What we appeared to have on our hands was a case of a bar-on-bar haunting. Despite the pristine counters and smell of fresh paint in the air, the space had apparently acquired a dark spiritual grime during our predecessor’s tenure, built up over the course of countless nights of disreputable behavior. Even if the revelers themselves had blacked out, the bar remembered every bad decision, indulged temptation and promise betrayed. All that evil mojo was still in the bones of the place and, as so many protagonists of haunted house horror films have learned, bleach and mops won’t scrub those stains away.
If any kind of establishment would be haunted, it seems natural that it would be a bar. Where else do you find such a density of lost souls, such a profusion of lunatics disguised by the temporary madness of others, so many intermixed passions and insoluble problems rattling in the bottoms of glasses? The internet is lousy with its “haunted bar” slideshows and stories of bones discovered beneath floorboards, a famous stool where some grisly happening occurred, murdered patrons who never abide their mortal last call. In our age of artisanal worship and period nostalgia, a resident ghost is practically a feather in your bar’s cap.
So was the Franklin really haunted? All I know is that after we built a small shrine on the back bar consisting of Santa Muerte and Papa Ghede candles, bullets and fake money, the paranormal incidences mostly died down. There is, however, no doubt in my mind that another kind of haunting continued to occur most evenings at our bar, as it does at bars everywhere. It’s one grounded in the law of conservation of energy, which posits that energy can neither be created nor destroyed.
The collective psychic force of two- or three-dozen people simultaneously clamoring for drinks in the middle of a busy night is a palpable thing—you can feel it thicken the air in front of you like mist. It’s fueled by hundreds of tiny pent-up emotions: anxiety over tomorrow’s deadline, excitement about tonight’s date, frustration over yesterday’s humiliation, caffeinated impatience or simply the garden-variety alienation of life in a modern city. Through the frantic scrum of service, in the whiplash exchange of dollar for drink, all that collected energy is transferred onto the bartenders, who are in turn animated by it—spinning, stirring, shaking, pouring—like possessed people.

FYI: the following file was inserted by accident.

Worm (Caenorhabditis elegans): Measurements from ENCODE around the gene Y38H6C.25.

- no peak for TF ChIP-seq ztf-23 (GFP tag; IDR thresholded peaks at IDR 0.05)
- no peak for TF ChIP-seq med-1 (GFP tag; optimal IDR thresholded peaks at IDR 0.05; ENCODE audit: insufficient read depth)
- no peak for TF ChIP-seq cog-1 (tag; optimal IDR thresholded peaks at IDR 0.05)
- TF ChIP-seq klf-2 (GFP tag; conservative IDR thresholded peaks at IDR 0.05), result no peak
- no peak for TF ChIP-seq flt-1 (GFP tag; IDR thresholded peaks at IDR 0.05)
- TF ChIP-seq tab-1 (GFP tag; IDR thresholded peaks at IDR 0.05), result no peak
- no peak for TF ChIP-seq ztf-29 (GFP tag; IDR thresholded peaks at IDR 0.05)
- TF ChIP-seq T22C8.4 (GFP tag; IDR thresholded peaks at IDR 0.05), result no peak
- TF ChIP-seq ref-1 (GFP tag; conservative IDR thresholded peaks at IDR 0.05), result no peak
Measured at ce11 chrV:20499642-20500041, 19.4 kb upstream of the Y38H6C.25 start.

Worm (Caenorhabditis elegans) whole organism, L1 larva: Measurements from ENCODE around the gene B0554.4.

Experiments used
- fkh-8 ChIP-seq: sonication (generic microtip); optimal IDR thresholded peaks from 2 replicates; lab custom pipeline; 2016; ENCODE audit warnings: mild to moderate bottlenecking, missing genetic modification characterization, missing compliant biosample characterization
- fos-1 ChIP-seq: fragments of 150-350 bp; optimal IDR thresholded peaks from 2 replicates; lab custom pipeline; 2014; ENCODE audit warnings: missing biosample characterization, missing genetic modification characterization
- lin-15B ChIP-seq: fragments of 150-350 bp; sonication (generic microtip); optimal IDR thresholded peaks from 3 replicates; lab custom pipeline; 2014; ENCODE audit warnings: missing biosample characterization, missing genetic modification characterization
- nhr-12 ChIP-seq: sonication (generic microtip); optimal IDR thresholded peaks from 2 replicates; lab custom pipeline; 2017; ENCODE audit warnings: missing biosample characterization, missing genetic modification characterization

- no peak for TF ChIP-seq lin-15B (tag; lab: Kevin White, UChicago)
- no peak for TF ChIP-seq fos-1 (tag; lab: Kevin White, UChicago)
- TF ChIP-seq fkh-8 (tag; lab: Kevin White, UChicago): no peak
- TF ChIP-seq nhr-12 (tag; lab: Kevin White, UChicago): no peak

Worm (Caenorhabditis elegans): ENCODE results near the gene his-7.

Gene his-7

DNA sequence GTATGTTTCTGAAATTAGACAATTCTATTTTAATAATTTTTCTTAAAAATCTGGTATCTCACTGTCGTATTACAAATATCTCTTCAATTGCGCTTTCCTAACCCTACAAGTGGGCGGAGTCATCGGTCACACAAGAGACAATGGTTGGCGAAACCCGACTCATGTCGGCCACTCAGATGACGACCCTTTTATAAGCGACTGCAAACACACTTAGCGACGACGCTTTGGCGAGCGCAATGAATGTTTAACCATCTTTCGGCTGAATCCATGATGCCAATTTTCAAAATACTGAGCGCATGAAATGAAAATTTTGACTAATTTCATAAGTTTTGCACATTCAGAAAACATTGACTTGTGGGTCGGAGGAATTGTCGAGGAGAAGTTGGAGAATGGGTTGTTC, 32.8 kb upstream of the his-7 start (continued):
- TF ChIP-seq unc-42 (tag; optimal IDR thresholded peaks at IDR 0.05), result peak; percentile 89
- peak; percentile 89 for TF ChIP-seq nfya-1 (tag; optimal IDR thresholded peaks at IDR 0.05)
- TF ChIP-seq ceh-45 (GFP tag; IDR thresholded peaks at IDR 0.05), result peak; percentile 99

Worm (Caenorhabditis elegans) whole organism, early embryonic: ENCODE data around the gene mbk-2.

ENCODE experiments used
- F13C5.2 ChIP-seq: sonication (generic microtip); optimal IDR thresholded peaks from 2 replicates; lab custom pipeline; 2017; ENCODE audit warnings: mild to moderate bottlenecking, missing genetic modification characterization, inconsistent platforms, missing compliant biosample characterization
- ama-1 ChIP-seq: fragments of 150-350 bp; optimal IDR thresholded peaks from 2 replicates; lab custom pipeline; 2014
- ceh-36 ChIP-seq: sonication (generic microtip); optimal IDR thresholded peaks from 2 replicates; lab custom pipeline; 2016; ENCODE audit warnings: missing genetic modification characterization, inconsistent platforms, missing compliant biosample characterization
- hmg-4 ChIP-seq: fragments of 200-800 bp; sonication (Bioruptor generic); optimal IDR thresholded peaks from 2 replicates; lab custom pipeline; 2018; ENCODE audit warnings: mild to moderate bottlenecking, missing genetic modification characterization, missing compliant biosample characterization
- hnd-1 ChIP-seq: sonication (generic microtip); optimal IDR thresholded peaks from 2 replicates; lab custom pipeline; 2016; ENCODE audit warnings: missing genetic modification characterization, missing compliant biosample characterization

In the words of my friend Nicholas Jarrett, who now bartends at The Saint in New Orleans, but was also a part of the Franklin’s opening staff: “Bartenders are shamans—to heal the sick, you take on their sickness and purge it.”
Which raises the question: How does the shaman heal himself? When I think about “the purging” of our post-shift antics, when we drank ourselves silly following particularly stressful nights, repeating the cycle of excision through alcohol, I think about the final scene of The Exorcist, in which the priest Karras attacks the demon, absorbs it from young Regan and then throws himself out the window. Some phantoms are harder to get rid of than others and some people are more predisposed to haunting. There were a few nights in the early days of the Franklin when, if you had peeked your head in the door around 4 a.m. and seen us sprawled around the banquettes and tables, indistinct through the smog of our cigarette smoke, motionless and pale with fatigue, you might have mistaken us for the ghosts.